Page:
I work for a large company and we are using confluence to publish documentation for some of our internally developed systems. We have limited user license that is much smaller than the number of employees in the company. We've using groups within Active Directory to control access. We're granting anonymous access to people can see the pages. This all works fine - anonymous users can see the information and our team can author it. However, here's the rub. If an individual who is not in one of the blessed groups log in, they get a permission denied error and can no longer see any information. I've been told by the Atlassian sales team that allowing Authenticated Read-only access does not consume a seat in the license, but I have been unable to figure out how to set this up in Confluence. Does anybody know how to do this?
Anyone that has the "can use" permissions set up in global permissions will consume a license. So, if you are a member of a group that is set to "can use" or you are explicitly set up for "can use" then you will use a license ... which means even people set to read-only at the space level will use a license. After all licensing isn't a space level function it is a system level function.
I will simply comment on this to raise awareness.
It makes no sense to allow anonymous users read-only access but deny authenticated users that same access.
This is a security issue. At my company we are required to log every employee in to any web app due to Chinese hacking in the past. Now I read that anonymous users have more access than authenticated users in the system. I was lead to believe by the Confluence sales team that we could present read-only content to my entire company even though my developer base is small.
This is a contradiction and a problem for user communities. There's simply no way I will purchase 3000 seats when I have a developer base of 150. Outrageous.
When you configure the space, only grant the Anonymous users to have read/view space page permissions (https://confluence.atlassian.com/display/AOD/Assigning+Space+Permissions) or you can do the same thing at a global level (https://confluence.atlassian.com/display/DOC/Setting+Up+Public+Access) for your instance.
I don't think that is quite what I'm looking for. Here is what I'm observing. I have a space that allows anonymous access. I'm authenticating users against the corporate Active Directory. If a user doesn't log in, they can see the page as an anonymous user. If they choose to use the login link at the top of the page, they can authenticate because they are in the Active Directory, but they are not in a group that can 'use' confluence. What that user now sees is a 'permission denied' error trying to view any pages in Confluence. This is not intuitive. Now, perhaps this is a bug in Confluence in that if an Anonymous user can do a thing an authenticated user should also be able to do it. This can make it difficult to enforce the user license iimit, so perhaps it's only use and read permissions that can be granted to all users if anonymous access is allowed. But that it the problem. I want to keep my user base from being able to lock themselves out.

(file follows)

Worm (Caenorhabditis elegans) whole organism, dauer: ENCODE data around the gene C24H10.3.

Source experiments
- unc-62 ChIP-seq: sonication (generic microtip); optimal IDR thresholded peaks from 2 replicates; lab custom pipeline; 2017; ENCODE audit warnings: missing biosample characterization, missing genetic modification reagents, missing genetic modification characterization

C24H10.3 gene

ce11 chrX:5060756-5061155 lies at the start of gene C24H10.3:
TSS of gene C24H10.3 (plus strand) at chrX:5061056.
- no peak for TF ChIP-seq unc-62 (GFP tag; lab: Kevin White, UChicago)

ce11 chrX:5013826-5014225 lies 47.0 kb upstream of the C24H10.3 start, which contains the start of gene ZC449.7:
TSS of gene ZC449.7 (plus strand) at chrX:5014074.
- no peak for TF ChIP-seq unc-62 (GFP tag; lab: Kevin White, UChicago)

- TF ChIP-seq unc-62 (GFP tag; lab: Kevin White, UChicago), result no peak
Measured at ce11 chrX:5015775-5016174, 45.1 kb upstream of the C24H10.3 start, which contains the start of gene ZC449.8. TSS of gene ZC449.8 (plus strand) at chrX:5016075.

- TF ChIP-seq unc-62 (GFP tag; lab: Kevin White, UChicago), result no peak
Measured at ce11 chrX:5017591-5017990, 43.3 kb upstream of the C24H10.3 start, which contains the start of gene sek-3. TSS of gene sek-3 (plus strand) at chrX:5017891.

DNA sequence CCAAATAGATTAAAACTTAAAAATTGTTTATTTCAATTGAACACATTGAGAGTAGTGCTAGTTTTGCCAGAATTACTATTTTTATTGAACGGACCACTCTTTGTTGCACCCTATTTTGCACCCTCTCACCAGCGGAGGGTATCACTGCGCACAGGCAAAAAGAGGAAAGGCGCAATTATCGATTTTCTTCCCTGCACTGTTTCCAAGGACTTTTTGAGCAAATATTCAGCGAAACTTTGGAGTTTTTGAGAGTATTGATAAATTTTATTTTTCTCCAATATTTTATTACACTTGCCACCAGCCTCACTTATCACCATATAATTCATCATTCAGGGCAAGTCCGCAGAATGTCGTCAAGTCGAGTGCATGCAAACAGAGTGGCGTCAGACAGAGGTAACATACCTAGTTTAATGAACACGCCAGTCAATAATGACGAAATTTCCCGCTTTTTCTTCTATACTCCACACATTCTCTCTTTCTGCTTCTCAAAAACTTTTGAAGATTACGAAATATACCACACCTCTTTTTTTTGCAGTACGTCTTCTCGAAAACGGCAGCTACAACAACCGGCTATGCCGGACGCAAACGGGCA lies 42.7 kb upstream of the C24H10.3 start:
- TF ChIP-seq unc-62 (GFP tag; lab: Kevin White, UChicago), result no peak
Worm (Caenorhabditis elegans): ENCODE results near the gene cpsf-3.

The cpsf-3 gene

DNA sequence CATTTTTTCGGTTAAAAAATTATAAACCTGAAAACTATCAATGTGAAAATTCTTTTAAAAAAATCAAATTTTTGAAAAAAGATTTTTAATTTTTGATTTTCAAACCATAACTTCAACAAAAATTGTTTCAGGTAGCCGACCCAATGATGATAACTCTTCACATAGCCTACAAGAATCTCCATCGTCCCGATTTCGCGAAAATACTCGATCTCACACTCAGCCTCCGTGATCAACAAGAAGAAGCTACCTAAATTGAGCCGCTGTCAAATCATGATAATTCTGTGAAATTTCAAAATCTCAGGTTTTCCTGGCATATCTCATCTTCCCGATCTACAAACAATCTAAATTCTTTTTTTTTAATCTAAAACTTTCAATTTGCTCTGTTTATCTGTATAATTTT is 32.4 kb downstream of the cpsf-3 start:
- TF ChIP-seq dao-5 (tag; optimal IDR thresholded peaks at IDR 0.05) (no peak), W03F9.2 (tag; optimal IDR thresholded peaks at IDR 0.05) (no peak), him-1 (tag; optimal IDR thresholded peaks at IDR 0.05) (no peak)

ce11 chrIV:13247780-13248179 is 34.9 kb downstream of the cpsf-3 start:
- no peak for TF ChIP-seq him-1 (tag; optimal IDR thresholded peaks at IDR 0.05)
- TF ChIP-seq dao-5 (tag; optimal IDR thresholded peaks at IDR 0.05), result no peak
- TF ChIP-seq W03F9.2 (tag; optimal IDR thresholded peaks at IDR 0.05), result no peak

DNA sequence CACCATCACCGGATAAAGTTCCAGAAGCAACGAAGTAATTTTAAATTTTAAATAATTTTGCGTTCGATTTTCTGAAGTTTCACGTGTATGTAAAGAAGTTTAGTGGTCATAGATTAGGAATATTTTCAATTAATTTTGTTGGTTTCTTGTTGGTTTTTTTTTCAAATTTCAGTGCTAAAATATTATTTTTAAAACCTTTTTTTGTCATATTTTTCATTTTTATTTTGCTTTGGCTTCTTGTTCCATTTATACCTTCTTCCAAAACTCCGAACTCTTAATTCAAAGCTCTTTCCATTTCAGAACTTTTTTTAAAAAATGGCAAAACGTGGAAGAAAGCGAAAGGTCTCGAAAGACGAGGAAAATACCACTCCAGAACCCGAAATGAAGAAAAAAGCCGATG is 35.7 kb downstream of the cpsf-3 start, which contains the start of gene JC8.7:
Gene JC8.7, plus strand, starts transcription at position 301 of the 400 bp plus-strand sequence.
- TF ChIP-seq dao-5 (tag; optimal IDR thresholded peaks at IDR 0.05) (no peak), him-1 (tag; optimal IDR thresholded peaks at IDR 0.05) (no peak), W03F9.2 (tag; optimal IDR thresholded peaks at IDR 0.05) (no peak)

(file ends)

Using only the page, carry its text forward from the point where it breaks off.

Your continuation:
Thanks Jeff, either I'm being quite dense or not clear about the problem. I am having no issues with anonymous access. The issue is when a user has authenticated (i.e. is known to the system via the LDAP directory) I want them to have read only access to a space but not to consume a license seat. According to Confluence sales, a read only user should not consume a set; however, when I grant my all-employees group the 'use confluence' permission and read only access to my space, confluence denies any user from making changes because the number of users has exceeded the license. So, I'm trying to figure out how to configure Confluence so that my authenticated read-only users don't consume a license seat.
Here is a possible work around for you that I have seen another site do. They created an account that has read only access and did not tell the employee base the UN/PW of that account. Then they created another login form themselves that would authenticate them against their login system and if it was correct would then submit the secret UN/PW for Confluence to the Confluence login page. That way they would not have to tell the employees the secret account and have to worry about resetting the PW when people left, but they could still make it such that you had to log in. They are not logged into Confluence as themselves, but they still do have to authenticate their account before getting in.
Thanks David for putting this out. Can I clarify that I understood you correctly? Suppose I have an application with user database.
1. Create Confluence read-only account to be shared across all users
2. Authenticate my users against my application
3. In the background, supply secret credentials to confluence (which will make the user to be authenticated against confluence)
4. Now users can see confluence page through the read-only account?
Hi Community! Kesha (kay-sha) from the Confluence marketing team here! Can you share stories with us on how your non-technical (think Marketing, Sales, HR, legal, etc.) teams are using Confluen...
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